Nyquist.R cosine48.R Show spurious spikes seen in periodogram above Nyquist limit. 
Run script:  source("Nyquist.R")
Output is written to file Nyquist.pdf (6 pages) .  See A-2 in Numerical Experiments for discussion.
DutyCycle.R LombScargleLibrary.R

"Duty cycle" represents fraction of expression cycle that gene is on or off.  See TwoPeriods.R.  

Example of gene on 2/3rds of time and off 1/3 of time:

DutyCycle( c(rep(1,16), rep(0, 8)),
    0.00, 0.50, 2,
    "duty cycle: 2/3")

Output is a single screen of three graphics (as with cosine48.R). 

See A-3.2 in Numerical Experiments for discussion.

Two periodicities can occur from two separate independent periods, or from an asymmetric "duty cycle." 
Run script:  source("TwoPeriods.R")
Output is written to file TwoPeriods.pdf (16 pages) and DutyCycle.pdf (4 pages).  See A-3 in Numerical Experiments for discussion.
ThreePeriods.R cosine48.R Three periodicities from three separate independent periods.
Run script:  source("ThreePeriods.R")
Output is written to file ThreePeriods.pdf (20 pages).  See A-4 in Numerical Experiments for discussion.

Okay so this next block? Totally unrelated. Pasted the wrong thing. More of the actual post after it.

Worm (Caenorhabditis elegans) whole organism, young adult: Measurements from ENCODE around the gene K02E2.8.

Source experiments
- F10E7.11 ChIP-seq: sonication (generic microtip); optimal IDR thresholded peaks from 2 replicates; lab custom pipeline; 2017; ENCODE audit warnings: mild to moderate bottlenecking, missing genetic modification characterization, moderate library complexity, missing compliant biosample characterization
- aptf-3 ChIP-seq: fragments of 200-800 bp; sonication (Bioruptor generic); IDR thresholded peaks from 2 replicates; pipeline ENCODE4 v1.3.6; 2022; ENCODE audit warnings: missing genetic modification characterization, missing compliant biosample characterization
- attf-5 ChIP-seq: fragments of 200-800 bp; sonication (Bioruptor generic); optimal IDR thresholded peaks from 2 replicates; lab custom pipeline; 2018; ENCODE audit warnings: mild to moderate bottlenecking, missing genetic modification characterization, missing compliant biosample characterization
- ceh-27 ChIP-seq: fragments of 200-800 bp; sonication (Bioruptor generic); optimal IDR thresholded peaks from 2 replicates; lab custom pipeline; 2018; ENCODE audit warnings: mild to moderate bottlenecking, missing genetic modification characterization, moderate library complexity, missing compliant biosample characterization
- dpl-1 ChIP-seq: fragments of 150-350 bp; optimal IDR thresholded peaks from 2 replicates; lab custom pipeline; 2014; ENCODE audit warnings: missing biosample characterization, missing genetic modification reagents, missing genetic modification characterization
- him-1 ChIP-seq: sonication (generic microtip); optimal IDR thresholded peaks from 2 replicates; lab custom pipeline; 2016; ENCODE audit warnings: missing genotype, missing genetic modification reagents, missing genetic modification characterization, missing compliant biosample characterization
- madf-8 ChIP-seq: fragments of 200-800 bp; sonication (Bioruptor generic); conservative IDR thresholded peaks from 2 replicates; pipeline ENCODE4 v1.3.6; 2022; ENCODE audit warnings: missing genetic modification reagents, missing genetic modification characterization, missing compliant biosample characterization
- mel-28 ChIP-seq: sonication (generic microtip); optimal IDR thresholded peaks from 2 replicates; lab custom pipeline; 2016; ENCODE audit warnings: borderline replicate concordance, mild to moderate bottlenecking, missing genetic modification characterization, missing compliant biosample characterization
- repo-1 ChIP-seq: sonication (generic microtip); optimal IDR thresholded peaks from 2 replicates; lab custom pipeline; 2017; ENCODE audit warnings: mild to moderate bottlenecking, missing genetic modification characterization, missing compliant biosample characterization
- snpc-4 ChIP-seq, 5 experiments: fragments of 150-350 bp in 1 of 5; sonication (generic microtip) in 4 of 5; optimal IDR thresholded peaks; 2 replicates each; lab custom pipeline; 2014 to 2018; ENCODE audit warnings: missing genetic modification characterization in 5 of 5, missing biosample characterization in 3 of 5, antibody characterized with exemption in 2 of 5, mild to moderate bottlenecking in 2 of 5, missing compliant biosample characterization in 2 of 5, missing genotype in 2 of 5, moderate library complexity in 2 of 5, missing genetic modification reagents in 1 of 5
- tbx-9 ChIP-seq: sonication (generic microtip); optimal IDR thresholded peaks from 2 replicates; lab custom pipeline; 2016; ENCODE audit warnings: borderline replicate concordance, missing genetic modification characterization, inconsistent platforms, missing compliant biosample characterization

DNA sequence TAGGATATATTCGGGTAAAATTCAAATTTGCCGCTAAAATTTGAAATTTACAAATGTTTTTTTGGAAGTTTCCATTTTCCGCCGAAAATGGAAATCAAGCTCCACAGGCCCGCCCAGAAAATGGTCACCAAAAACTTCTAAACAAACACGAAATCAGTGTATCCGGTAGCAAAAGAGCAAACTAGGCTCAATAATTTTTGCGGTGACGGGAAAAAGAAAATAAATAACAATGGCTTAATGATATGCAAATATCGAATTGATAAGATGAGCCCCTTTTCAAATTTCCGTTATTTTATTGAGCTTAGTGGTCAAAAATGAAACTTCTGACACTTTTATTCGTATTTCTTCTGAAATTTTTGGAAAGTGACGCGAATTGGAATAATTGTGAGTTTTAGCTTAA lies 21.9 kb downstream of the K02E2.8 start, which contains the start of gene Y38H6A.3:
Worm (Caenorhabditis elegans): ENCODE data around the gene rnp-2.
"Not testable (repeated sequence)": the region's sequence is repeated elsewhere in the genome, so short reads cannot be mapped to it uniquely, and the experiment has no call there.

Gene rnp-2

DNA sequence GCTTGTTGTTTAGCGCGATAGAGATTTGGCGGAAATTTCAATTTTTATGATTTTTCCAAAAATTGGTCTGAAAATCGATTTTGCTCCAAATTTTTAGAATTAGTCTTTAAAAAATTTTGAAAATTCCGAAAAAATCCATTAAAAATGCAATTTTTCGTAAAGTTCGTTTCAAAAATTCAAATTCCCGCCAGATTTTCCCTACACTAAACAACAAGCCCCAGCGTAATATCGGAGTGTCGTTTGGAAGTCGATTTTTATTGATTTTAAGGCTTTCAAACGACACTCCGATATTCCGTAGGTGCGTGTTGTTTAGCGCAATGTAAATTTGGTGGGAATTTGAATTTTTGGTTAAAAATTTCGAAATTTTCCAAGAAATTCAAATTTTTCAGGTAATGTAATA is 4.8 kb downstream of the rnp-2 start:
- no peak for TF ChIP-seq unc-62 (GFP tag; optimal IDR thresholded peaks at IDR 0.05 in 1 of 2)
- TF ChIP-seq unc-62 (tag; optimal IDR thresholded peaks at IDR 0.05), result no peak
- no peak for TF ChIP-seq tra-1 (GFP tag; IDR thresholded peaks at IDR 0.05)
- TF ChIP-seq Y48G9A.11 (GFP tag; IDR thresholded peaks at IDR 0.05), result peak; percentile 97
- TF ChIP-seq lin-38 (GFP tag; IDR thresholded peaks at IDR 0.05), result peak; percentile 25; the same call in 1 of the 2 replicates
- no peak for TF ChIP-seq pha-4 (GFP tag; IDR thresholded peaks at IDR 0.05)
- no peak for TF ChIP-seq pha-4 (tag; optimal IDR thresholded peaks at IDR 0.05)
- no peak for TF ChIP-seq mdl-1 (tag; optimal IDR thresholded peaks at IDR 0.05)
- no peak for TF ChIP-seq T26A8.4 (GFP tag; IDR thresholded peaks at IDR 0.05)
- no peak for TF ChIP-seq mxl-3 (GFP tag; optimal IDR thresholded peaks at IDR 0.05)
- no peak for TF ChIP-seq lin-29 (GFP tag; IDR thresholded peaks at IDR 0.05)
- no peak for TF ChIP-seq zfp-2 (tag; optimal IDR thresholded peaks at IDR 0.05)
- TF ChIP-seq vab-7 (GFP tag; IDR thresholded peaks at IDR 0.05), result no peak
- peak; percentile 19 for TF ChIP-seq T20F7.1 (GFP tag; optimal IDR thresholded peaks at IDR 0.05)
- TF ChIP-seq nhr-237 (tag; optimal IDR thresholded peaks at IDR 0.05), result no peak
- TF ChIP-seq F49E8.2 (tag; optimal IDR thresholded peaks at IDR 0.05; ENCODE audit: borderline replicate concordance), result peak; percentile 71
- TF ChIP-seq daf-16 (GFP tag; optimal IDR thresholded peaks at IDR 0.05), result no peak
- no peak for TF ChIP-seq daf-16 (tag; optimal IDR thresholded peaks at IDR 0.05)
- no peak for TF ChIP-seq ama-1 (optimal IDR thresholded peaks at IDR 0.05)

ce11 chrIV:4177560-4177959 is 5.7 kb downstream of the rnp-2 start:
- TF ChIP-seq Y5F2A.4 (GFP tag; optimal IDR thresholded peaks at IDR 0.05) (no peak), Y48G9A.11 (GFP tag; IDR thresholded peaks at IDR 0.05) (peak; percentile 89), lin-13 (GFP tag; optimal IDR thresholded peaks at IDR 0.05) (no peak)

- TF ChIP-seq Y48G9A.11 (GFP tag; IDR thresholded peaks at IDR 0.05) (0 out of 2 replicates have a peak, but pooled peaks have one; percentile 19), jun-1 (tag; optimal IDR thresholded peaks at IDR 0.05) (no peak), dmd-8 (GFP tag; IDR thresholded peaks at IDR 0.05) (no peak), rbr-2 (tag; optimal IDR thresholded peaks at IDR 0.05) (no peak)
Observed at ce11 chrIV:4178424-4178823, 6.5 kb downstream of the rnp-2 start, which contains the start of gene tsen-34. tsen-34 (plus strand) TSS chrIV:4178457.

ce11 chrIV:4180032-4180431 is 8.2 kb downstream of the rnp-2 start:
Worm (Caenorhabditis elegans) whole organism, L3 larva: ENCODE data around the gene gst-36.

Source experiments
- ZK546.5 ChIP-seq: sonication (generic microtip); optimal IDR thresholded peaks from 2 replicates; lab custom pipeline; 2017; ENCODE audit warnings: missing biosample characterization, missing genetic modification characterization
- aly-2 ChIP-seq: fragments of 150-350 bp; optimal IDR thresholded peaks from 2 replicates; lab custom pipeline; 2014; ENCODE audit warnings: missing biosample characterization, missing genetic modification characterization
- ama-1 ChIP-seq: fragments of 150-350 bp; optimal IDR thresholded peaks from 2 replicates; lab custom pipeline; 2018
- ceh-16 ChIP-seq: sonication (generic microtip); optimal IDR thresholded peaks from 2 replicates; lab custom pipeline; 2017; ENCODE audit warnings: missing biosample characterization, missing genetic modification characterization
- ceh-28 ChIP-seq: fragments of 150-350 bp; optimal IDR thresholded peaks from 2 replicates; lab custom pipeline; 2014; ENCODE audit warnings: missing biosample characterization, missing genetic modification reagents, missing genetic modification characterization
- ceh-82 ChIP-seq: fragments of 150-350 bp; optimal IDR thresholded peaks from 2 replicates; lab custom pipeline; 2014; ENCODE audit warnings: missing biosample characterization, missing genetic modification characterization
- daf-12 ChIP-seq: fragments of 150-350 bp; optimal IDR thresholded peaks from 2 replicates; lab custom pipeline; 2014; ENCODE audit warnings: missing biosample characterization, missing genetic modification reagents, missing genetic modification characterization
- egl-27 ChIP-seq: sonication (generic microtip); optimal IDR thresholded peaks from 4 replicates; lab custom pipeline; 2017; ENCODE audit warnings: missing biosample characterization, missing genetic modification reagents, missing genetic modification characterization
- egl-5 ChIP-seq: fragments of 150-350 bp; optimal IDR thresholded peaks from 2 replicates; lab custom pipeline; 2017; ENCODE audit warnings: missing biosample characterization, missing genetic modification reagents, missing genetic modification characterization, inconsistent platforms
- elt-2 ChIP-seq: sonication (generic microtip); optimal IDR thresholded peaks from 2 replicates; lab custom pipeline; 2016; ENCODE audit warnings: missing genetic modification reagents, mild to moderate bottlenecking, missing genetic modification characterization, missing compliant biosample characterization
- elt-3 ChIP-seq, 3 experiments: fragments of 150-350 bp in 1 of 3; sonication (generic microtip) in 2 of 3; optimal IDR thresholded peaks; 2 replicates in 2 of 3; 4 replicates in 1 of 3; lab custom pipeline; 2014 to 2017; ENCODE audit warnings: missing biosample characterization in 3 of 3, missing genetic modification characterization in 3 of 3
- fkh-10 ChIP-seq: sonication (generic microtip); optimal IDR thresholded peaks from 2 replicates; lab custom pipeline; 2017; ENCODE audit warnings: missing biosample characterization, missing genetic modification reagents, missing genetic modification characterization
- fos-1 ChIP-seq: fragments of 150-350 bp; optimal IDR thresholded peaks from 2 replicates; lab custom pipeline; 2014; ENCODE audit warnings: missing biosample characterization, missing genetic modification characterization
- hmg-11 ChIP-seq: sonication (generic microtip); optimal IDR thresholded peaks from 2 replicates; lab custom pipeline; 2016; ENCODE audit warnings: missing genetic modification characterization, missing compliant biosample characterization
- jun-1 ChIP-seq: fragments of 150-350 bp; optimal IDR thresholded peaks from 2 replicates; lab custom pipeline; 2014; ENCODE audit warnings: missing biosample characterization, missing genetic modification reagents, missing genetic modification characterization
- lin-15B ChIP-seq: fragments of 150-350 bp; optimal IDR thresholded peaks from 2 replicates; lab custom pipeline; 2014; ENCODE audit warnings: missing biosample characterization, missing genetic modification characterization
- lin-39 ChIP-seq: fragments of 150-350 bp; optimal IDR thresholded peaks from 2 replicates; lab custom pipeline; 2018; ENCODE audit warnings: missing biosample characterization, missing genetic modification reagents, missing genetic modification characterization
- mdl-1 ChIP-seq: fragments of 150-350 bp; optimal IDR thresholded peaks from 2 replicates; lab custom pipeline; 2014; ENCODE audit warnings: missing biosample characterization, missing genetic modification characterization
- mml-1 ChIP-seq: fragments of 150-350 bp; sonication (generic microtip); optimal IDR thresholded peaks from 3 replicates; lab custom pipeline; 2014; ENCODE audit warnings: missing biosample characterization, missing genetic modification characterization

Ndetermination.R cosine48.R "N" determination for single gene "p" value for cosine curve using linear least squares curve fit. 
Run script:  source("Ndetermination.R")
Output is written to file Ndetermination.pdf (21 pages) with least squares results displayed on the screen. See A-5 in Numerical Experiments for discussion.
Common code for processing a set of expression profiles, whether from a dataset like from Bozdech, or one from numerical experiments.  Normally not used directly.
Code for defining"Noise" and "Mixture" experiments (see below).  Normally not used directly.



Experiment with "ideal gene" and noise:  cosine curve plus known amounts of noise.  Run scripts in this order:

1) source("Noise-1.R")

This can take 1 to 2 hours (faster on newer hardware) to create three files (Dominant.CSV, Periodogram.CSV, and pValue.CSV) in 25 directories. 

15 directories have names:



  <period> = 12, 24 or 48
  <seed> = seed used for random number generator
  <amount> = noise amount, 0, 10, 20, 50, 100

and 10 directories have names:



  <period> = 12, 24 or 36 (1 each) or 48 (7 replicates)
  <seed> = seed used for random number generator

Each directory needs about 13 MB of space.

2) source("Noise-2.R")

This takes a few seconds to summarize the "Cosine" directories into a single table.  Results are stored in Noise-2.pdf  (30 pages) and Noise-2.txt.

3) source("Noise-3.R")

This takes a few seconds to summarize the "Random" directories from Noise-1 in a table.  Results are stored in Noise-3.pdf (20 pages) and Noise-3.txt.

See A-6 in Numerical Experiments for discussion.